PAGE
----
‘Are you a beer girl?’: Meet Singapore’s first and only certified female brewmaster
RedDot BrewHouse’s Crystalla Huang shares what it was like falling in love with beer – and how she’s challenging stereotypes in a man’s world.
She may be Singapore’s first and only certified female beer brewmaster, but Crystalla Huang is always prepared for the inevitable question.
“You’re just selling beer or are you actually making beer?”
“In the alcohol industry, women are pretty much channelled into sales roles or become beer promo girls in exhibitions and conventions. Hence, the first impression that most customers have is that I am trying to sell them beer,” the 29-year-old told CNA Lifestyle.
“They are not entirely wrong!” she added with a laugh.
Indeed Huang, who oversees the Singapore operations at RedDot BrewHouse at Dempsey is in the business of trying to sell beer to people – in a manner of speaking.
She’s the brewmaster of the establishment, which is owned by her father Ernest Ng, a self-trained brewer and home brewer since 1997.
“When I tell them (the customers) that I am a brewer, they would look surprised or some even are sceptical,” she shared. “Of course, many think that I brew coffee when I say I work as a brewer!”
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Huang joined the family business six years ago after she finished brewing school in Berlin, Germany.
“One would need to go through a brewing university to receive certification,” she explained. “I received mine from VLB Berlin. There are many homebrewers or people who just brew without an education.”
Huang, who has a Bachelor in Culinary Arts from the Culinary Institute of America, is officially Singapore’s first and only female certified brewmaster, among roughly 15 other brewmasters here.
Being a brewer, much less a female one, isn’t exactly a conventional career path. And it all came about for Huang when she was, in her own words, “a nosy, boisterous kid of seven years old”.
“My dad was home brewing in our backyard then. I was just poking my nose in everything, from using a pasta machine to mill to throwing grains into a pot,” she shared.
“When I finished O-levels at 16, RedDot BrewHouse opened its doors. I was roped in to help with the brewing. I fell in love again with the heat, pace, creativity and science of fermentation. From then on, I channelled my education path towards brewing.”
But being one of the few women in a male-dominated industry surely comes with its set of challenges. Like, say, the literal heavy-lifting – a typical bag of grains/malt weigh around 25kg while a keg of beer weighs around 42 kg.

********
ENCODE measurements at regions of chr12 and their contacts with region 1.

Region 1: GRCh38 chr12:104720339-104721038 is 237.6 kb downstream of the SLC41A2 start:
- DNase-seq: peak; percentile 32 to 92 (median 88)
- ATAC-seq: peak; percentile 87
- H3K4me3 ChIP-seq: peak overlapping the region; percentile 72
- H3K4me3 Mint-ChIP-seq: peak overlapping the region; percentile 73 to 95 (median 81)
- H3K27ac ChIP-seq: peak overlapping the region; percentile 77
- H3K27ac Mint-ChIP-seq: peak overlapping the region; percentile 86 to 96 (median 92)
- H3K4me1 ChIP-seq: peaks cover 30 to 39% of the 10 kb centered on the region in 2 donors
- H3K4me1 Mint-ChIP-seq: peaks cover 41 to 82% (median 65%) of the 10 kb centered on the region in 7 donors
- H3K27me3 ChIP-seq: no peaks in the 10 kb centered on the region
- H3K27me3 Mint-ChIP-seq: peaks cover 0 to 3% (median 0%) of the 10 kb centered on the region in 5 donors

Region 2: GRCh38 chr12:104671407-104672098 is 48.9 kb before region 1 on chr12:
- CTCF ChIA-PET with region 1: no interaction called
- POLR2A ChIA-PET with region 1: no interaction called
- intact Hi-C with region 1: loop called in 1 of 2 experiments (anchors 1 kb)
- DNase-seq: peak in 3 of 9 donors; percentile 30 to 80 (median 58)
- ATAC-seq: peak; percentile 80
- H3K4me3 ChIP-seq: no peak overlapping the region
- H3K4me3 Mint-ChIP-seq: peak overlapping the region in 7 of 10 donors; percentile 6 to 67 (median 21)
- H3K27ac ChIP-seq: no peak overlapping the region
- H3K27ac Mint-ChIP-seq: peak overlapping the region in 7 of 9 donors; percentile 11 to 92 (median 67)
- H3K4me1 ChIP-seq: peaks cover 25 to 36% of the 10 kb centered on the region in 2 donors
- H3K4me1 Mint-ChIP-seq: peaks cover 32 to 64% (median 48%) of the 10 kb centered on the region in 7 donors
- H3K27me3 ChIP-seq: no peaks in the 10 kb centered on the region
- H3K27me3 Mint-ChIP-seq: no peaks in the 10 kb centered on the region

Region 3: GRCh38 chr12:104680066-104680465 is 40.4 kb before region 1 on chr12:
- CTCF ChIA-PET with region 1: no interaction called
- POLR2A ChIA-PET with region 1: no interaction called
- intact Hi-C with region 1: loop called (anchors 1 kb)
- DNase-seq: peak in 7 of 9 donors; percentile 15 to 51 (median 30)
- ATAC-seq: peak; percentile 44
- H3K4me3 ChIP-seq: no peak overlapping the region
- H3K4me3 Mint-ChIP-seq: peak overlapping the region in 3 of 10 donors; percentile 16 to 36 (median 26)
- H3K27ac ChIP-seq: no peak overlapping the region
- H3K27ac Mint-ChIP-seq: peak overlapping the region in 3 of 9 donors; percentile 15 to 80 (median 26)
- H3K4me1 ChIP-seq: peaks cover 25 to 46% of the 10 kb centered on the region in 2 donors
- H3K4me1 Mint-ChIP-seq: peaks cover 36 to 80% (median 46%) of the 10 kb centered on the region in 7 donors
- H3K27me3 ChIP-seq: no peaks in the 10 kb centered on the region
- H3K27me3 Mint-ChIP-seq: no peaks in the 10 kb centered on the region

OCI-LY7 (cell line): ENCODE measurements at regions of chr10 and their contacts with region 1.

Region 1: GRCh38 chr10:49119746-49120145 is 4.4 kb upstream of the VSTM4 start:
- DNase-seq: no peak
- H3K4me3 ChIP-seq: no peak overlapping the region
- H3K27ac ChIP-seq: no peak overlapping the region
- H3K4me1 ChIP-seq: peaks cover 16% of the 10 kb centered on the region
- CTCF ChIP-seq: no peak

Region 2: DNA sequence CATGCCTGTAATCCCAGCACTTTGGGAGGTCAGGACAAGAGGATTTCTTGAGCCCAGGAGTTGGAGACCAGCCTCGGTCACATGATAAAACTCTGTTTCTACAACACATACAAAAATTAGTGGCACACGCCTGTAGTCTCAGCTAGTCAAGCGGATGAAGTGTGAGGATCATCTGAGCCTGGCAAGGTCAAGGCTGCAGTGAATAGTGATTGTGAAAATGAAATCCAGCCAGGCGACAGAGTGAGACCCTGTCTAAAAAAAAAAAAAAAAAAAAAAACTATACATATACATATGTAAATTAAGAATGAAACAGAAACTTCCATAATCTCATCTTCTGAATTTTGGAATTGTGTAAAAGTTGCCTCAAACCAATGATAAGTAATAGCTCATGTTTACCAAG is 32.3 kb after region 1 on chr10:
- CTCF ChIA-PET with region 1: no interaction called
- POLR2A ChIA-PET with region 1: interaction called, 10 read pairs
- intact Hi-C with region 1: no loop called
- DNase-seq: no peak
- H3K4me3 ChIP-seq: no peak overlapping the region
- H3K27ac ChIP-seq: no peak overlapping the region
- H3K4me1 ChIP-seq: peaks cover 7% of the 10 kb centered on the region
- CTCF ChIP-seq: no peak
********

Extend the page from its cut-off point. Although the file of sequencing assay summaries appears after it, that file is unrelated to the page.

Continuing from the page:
According to Huang, each time they brew, they use about 200kg grain.
“Brewing is a physically demanding job and, naturally, some women would shun this job because of this,” she said. “To deal with this requirement, I try to stay physically fit and strong by doing a lot of sports to develop the fitness level needed to do this work.”
And how often does “mansplaining” come into the picture?
“Only in the past, when I was younger and more inexperienced,” said Huang. “But I think the alcohol industry is to be blamed for this. Young female sales ambassadors and sexily dressed promo girls are used to fuel the alcohol industry at large.”
She admitted that that when she was younger, she was “a greenhorn” and “asked stupid questions”.
“So being mansplained was common until I gained enough experience and knowledge to talk sense. Over time, people learnt to respect me. But I think it is like that in any workplace. Nothing unusual.”
Huang believes that in the end, it is “knowledge” that will be best used to overcome gender bias.
“I do admit, women have it slightly harder, especially in very technical-dominated and male-dominated fields. We just have to try harder to prove ourselves,” she said.
Like debunking the misconceptions of being a female brewmaster.
Some of those she has faced thus far? She brews coffee. Or that she’s a bartender.
“Or that I am just lucky or I am a lazy second-generation brewer from a brewing family,” she revealed. “Some even think I do not know how to brew. They think that I have hired a score of professional male brewers working behind me to ensure quality RedDot beer.”
But this hasn’t stopped Huang – and it shouldn’t either if other women are looking to join the industry.
Her words of advice? For women to see the job and profession for what it is.
“Do not put your gender bias on it or give excuses like women should not carry heavy things or that the job is too dirty for me or the guys can do it,” she said.
“Do what your male counterparts do, put your head down, roll up your sleeves and just work. Have an open mind; believe in yourself that you can do it and do not be upset with anyone who doubts you. Be humble to learn even from even harsh words. And don’t carry emotional baggage.”
When it comes to women flourishing in typically male-skewed industries, perhaps Huang best sums it up: “Women in the work force is a force not to be trifled with. After all, there is a reason why almost all hurricanes are named after females.”